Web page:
The Best Dog Breeds for Families With Kids
Author Nora Roberts once wrote, “Everything I know I learned from dogs.” She has a point. Dogs teach us how to be responsible, compassionate, kind, attentive, and how to sleep in an S-shape around a furry bed hog. Dogs can play an important role in teaching those traits to children and helping them grow up to be kinder, gentler adults who also love dogs. That’s why some parents consider dogs to be an important part of the family—or are willing to cave to the constant nagging.
Of course, my grouchy old Chihuahua serves as a remind that not all dogs particularly like children or have any interest in teaching kindness or responsibility. Every animal has its own temperament and personality, of course, and training and upbringing is important, but there are some breeds that are generally considered better with children than others. While there are no guarantees in dogs (or baseball), if you’re looking for a furry friend to add to your brood, these breeds are considered to be some of the best for families with kids:
Labs are one of the most popular dog breeds around—and for good reason. They are affectionate and loyal and can be patient and gentle with children. PetMD does have a word of caution, though: “They require a lot of exercise (they love swimming!), so be sure your family is up for the challenge, and a little extra room for them to run around and play in would be optimal.”
They need a lot of exercise, can be trained to perform all sorts of tricks, and are generally incredibly sweet-tempered pals. “Their compact size, short, easy-to-care-for coat and intelligence make the Beagle an excellent family dog,” writes the American Kennel Club.
“Staunchly silly and easily trainable, Pugs have earned a reputation as one of the best small dogs for kids,” writes Petfinder, and its site has 754 available for adoption. Pugs are also great for city-dwelling families and homebodies.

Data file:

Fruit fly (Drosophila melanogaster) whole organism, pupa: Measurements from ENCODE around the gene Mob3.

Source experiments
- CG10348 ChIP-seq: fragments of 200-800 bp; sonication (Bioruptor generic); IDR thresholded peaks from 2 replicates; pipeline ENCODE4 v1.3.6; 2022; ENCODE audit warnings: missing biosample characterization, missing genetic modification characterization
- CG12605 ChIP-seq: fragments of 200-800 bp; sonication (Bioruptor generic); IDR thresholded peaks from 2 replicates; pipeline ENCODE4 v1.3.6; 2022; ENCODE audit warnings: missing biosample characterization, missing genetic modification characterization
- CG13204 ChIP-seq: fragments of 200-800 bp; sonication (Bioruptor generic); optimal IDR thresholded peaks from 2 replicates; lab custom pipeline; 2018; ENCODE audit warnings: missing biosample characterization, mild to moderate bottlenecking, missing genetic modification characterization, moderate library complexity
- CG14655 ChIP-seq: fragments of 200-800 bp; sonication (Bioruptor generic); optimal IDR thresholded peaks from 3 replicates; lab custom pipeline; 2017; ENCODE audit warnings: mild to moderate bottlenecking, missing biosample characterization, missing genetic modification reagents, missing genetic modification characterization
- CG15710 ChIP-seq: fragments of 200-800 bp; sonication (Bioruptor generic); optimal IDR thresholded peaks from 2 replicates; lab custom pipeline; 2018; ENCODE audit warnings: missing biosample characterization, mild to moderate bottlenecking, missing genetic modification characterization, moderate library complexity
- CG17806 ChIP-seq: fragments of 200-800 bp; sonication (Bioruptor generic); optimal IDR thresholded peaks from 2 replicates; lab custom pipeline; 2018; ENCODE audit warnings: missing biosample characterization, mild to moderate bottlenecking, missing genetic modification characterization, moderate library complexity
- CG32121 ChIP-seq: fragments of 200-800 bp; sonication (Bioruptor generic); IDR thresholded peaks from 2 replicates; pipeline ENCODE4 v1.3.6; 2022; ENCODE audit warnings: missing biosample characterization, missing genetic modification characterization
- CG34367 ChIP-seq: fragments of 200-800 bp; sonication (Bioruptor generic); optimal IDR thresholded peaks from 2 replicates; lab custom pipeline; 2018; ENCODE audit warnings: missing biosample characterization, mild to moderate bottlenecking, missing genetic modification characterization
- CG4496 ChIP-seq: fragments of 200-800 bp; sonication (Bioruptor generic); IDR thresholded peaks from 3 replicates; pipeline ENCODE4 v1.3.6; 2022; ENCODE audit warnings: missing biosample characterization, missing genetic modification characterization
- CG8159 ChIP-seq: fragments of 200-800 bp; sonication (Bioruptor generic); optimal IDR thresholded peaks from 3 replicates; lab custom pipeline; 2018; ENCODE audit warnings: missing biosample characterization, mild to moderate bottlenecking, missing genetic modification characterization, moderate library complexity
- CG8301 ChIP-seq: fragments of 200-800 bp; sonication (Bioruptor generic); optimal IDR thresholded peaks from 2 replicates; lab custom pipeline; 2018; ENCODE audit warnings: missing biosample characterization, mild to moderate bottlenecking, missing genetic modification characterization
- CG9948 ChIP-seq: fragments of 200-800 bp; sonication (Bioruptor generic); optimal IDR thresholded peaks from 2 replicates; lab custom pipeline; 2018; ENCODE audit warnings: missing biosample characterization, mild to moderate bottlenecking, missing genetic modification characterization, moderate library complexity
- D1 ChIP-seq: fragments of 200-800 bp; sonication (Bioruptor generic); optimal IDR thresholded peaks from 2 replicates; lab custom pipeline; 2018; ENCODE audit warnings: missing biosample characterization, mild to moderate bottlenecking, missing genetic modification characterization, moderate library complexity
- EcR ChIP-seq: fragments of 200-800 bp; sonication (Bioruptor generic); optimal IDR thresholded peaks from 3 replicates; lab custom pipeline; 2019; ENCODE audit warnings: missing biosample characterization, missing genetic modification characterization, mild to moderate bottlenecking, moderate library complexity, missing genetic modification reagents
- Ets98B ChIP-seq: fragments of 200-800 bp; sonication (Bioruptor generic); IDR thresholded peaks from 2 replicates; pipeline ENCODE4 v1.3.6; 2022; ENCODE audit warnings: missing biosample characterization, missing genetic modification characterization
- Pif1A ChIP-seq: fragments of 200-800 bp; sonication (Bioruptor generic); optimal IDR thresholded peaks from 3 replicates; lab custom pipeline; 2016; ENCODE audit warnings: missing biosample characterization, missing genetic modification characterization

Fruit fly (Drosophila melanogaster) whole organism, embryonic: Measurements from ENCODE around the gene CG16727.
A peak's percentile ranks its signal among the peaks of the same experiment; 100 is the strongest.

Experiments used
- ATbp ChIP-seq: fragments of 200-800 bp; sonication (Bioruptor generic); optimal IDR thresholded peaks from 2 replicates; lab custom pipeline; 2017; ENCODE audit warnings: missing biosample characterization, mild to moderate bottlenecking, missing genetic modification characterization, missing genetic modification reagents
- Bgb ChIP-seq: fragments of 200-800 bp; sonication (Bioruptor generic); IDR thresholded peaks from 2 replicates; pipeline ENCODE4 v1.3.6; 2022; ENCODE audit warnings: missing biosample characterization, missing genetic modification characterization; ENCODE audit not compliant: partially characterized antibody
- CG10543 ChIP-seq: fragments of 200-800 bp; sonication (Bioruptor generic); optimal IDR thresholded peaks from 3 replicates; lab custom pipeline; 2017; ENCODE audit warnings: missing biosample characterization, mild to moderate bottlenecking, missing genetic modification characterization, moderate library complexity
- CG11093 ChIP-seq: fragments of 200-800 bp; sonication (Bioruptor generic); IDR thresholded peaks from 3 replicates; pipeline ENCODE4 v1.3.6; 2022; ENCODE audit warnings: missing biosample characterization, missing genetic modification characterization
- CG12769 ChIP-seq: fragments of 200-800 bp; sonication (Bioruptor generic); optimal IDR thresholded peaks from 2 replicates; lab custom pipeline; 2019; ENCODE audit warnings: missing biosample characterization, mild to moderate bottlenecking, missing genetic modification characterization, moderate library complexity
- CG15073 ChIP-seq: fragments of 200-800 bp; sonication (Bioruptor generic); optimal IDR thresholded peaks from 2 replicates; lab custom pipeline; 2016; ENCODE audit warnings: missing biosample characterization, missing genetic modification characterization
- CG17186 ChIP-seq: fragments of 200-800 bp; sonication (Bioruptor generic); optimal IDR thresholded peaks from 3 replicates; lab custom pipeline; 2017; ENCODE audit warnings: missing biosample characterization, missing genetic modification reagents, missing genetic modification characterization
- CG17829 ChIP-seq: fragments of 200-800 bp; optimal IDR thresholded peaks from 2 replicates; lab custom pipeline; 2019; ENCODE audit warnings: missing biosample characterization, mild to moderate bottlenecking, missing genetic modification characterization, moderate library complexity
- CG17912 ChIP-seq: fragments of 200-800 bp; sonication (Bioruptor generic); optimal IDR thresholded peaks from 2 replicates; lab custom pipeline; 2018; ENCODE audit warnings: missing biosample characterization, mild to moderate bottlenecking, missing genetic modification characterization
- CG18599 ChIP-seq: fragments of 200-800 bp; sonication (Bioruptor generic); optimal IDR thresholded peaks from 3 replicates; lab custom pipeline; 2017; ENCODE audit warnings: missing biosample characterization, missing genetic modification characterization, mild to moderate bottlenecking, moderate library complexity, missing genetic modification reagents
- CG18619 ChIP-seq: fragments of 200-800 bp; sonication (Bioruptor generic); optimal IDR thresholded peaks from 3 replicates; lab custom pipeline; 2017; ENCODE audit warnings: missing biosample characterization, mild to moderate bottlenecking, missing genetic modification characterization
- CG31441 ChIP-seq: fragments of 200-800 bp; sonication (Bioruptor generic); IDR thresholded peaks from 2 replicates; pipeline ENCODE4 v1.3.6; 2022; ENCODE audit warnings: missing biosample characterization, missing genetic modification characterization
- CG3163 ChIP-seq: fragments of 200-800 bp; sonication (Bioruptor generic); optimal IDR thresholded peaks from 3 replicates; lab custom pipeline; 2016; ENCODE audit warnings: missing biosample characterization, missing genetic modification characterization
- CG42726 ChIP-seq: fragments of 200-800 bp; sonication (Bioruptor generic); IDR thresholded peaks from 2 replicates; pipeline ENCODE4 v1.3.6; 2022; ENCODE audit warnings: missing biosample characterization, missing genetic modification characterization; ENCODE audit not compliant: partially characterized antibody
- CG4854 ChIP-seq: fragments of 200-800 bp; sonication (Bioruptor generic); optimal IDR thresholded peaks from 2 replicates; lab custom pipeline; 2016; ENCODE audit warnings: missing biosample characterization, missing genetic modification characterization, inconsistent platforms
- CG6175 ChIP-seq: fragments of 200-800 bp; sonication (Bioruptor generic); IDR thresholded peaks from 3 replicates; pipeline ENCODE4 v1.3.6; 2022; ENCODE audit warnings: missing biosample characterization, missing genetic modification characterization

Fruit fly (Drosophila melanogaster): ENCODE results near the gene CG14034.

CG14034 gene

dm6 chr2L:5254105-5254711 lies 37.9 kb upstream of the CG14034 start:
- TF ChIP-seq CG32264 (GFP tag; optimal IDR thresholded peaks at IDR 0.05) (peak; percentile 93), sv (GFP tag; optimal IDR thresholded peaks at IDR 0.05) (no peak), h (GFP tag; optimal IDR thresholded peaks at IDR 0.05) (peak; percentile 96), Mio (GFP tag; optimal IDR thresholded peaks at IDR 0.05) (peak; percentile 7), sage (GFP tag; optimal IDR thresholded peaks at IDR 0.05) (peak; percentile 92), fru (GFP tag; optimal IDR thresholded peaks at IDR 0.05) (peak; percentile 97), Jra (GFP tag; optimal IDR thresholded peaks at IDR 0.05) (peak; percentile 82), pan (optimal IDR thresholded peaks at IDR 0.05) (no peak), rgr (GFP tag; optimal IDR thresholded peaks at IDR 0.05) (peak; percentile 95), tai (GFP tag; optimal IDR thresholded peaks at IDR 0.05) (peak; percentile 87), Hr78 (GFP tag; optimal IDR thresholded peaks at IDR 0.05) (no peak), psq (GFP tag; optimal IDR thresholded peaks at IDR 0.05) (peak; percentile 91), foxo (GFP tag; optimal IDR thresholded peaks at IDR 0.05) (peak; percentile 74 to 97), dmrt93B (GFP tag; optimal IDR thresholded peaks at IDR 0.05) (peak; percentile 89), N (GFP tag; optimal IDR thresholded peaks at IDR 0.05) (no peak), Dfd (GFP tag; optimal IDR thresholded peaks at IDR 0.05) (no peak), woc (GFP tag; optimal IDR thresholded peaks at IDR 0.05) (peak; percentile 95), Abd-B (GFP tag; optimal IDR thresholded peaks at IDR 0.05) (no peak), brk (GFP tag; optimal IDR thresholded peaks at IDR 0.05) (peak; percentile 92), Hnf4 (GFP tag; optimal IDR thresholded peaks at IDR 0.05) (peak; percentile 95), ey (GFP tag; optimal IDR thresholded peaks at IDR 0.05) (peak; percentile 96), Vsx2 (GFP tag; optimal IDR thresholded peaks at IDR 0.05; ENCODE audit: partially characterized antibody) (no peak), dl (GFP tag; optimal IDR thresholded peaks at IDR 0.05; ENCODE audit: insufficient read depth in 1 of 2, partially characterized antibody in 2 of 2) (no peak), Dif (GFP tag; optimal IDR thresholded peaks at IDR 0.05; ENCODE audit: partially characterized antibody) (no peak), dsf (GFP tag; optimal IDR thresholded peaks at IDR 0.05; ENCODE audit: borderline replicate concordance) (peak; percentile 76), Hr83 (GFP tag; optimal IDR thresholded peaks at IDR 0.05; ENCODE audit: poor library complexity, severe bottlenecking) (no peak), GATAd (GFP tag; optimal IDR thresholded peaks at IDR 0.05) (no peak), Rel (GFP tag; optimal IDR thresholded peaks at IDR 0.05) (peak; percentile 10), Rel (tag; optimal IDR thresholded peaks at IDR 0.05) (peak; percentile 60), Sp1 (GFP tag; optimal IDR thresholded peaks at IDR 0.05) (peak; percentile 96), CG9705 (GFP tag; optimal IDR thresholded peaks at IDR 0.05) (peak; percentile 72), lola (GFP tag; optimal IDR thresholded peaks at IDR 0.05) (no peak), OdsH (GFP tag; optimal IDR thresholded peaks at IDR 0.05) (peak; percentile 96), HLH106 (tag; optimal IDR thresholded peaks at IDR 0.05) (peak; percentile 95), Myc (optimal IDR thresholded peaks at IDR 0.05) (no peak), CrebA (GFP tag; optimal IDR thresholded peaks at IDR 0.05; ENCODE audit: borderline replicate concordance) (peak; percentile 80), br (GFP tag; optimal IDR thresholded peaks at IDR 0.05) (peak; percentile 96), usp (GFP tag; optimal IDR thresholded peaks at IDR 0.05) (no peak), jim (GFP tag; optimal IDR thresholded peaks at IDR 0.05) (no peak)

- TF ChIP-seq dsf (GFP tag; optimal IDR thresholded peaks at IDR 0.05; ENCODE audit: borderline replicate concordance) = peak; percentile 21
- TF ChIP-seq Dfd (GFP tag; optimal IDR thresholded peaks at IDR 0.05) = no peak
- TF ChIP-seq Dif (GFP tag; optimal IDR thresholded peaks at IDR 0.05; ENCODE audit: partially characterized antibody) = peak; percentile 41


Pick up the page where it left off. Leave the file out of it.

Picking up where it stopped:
These energetic dogs can run for miles, but are also happy snuggling up at home. If your family is an outdoorsy bunch and always on-the-go, a Vizsla can be a great companion, according to the U.K.’s Kennel Club.
Frenchies are an easygoing and happy-go-lucky breed. They like to play, happy to chill, easy to train, and all around great companions who can be very patient with kids.
These furry, friendly goofy types are the quintessential family dog. Patient, good-natured, affectionate, and loyal they are great with kids. They are retrievers, though, and will do best with families who can make sure they get exercise every day—and have a place for them to sprawl out.
They get a bad rap in the media sometimes, but these pups are smart and highly trainable, don’t mind roughhousing, and really like pleasing people, notes Cesar’s Way, the website for dog trainer Cesar Milan. “These pups are actually great with kids as long as you do a good job of training and socializing them early.
“This small breed’s happy, friendly, and playful temperament, along with a low-shedding coat, can make it an ideal family dog,” according to the U.K.’s Kennel Club.
These smart, loyal, and generally sweet gentle giants are known as “nature’s nanny”. Newfoundlands make excellent family dogs, writes the American Kennel Club. Plus, any dog that is used as a rescue animal is a good family pet.
“Patient and protective, Boxers love human company and are known as one of the best dogs for children,” writes Petfinder, a dog adoption site.
One word: Lassie. Remember when the dog famously, if perhaps apocryphally, returns home to report that Timmy fell down a well? Now that is what you want in a family dog. They are strong, loyal, affectionate, responsive and fast. Collies are probably best suited for families who like to be outdoors and can give a dog some serious exercise.
Whether you want to adopt a standard poodle or one of the smaller varieties, poodles are smart, gentle, playful, and tend to get along well with humans of all sizes as well as other pets. “This is a proud and elegant dog that is both caring and loyal. Seldom annoyed or bored,” writes the American Kennel Club.
“Mutts tend to be generally healthier than purebreds, and they are also the dogs most in need of rescue,” notes Cesar’s Way, suggesting talking to shelter workers about the dogs personality to find the perfect pup to fit in with your family and get along with your kids.